This two-year project provides workshops for refugee women in Oxford who want to set up their own food-related businesses.

Daisy cake and group activity

The project offers the opportunity for the women to get together with others in a similar situation and with similar interests in food and to build friendships, support each other and tackle social isolation.

The idea for the Maymessy Mentoring project came from participants involved in other projects delivered by Maymessy CIC. In past activities around the sharing of culture and cuisines, refugee women expressed an interest in wanting to set up their own food businesses. Sessions cover areas of business support such as social media and marketing, setting up business in a farmer’s market, along with support with English and cultural differences as the women all have English as a second language.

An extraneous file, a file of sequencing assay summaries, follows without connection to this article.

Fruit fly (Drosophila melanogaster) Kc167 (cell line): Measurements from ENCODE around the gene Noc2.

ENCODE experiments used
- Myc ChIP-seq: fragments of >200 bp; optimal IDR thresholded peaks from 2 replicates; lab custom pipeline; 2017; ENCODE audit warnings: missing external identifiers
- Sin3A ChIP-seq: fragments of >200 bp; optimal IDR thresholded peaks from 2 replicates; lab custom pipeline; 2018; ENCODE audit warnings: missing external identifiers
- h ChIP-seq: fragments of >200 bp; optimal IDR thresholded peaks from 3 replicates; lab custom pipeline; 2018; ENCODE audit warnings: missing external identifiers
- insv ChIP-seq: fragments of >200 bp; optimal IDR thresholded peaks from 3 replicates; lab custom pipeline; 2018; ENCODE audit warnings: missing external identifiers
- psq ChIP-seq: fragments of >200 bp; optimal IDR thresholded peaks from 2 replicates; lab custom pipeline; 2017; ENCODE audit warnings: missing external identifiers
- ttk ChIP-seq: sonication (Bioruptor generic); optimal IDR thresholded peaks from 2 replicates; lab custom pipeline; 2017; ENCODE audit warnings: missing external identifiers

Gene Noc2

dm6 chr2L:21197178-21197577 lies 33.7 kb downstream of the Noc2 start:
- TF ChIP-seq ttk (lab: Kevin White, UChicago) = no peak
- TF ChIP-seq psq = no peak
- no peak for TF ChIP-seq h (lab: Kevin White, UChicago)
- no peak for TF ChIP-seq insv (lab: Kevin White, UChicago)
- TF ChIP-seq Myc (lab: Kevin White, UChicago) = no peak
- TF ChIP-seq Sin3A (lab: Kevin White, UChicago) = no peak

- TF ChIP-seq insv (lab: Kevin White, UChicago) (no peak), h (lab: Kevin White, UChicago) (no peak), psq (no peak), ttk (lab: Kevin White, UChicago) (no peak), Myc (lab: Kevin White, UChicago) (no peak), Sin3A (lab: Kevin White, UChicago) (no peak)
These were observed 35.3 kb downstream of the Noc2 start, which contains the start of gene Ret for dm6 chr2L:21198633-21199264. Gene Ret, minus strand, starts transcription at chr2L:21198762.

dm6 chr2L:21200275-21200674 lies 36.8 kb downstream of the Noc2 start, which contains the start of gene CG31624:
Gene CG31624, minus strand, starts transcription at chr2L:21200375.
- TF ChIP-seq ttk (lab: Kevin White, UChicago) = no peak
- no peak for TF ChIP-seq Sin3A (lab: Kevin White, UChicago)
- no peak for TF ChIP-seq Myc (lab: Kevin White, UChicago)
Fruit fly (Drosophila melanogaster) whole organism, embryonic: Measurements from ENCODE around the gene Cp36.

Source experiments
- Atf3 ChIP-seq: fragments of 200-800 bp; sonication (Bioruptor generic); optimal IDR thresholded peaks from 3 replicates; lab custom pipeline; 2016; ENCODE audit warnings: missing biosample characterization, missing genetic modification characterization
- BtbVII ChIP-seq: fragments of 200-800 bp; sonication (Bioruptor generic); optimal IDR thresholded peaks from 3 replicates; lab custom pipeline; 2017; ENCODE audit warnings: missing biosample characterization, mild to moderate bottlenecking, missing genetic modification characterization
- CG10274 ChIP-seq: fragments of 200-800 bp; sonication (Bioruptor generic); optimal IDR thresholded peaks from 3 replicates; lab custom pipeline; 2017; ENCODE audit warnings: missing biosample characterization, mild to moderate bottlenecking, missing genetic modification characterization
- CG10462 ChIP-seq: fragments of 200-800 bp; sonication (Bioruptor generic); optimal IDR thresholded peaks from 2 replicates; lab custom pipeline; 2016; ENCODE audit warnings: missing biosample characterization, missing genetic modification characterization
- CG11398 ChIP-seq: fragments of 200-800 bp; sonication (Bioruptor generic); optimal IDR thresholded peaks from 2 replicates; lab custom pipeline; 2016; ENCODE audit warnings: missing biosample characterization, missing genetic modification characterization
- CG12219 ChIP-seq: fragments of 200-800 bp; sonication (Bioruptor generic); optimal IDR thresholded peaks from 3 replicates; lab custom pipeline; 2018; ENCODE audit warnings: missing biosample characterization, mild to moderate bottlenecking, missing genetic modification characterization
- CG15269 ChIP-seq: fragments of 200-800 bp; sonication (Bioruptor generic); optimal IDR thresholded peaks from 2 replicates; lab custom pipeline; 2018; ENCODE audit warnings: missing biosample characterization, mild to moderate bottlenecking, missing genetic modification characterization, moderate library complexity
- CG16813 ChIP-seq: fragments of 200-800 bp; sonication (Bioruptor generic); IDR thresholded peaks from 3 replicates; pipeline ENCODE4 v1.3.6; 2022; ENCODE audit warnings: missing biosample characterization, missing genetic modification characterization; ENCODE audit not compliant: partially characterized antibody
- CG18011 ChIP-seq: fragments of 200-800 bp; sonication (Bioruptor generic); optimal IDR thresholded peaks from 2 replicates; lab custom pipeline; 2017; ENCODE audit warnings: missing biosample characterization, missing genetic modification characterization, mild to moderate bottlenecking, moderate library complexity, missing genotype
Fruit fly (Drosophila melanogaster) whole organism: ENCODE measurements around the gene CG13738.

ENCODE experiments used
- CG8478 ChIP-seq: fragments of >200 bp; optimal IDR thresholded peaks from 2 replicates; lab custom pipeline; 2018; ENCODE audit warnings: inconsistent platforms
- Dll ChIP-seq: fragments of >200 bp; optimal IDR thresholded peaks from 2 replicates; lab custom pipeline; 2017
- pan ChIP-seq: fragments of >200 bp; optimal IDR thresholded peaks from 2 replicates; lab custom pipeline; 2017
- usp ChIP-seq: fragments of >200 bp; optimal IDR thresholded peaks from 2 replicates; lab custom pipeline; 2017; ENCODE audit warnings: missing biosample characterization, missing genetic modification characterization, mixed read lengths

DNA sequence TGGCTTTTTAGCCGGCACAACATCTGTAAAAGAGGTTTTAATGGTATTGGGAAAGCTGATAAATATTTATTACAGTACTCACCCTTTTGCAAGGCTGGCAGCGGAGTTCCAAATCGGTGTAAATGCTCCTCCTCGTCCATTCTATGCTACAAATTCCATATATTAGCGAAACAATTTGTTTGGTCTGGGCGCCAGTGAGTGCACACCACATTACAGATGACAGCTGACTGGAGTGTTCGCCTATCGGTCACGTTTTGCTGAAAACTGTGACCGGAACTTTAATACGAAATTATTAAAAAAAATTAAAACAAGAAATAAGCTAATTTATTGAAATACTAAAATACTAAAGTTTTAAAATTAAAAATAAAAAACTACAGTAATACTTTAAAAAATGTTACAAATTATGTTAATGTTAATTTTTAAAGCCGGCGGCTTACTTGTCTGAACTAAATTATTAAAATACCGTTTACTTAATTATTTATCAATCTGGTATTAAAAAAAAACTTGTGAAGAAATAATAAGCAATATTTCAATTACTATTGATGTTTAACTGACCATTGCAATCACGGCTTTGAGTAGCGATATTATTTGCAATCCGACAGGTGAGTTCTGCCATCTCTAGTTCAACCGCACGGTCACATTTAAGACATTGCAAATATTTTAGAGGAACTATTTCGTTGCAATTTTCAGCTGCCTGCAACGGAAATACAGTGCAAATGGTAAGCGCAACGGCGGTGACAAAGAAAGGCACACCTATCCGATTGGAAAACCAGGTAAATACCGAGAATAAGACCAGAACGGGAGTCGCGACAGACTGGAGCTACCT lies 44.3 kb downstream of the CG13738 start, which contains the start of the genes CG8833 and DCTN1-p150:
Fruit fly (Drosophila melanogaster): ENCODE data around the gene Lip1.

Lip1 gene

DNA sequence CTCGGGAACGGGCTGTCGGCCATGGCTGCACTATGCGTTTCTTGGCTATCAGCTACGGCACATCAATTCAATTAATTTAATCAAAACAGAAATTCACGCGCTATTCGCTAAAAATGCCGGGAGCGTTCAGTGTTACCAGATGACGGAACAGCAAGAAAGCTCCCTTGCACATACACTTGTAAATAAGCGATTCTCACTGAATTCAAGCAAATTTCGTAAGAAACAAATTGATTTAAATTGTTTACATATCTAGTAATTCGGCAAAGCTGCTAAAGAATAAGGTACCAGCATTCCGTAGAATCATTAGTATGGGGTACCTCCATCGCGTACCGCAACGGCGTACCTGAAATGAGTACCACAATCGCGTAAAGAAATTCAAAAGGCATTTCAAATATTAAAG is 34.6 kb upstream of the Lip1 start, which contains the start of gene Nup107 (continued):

Participants have different cultures and backgrounds but share a passion for food. In Oxford, social isolation can be particularly prominent for refugees and so the project provides a place for women to meet and learn together.

There are many barriers to the participants working in the food industry or starting their own business such as language barriers, and discrimination. Through partnering with local business owners, and residents with skills and insights to share, this project is supporting the refugee women to understand how to set up their businesses.

Benefits have been seen throughout the community as more people have been brought together to learn from each other. Participants who were previously isolated now have the confidence to engage with the community more, and speak about their businesses with others.

The impact on the community is also huge. It’s a lovely two-way learning experience. We’re able to learn about new cuisines, cultures, languages.

Anna Richards


Funded by People’s Health Trust using money raised by Health Lottery South East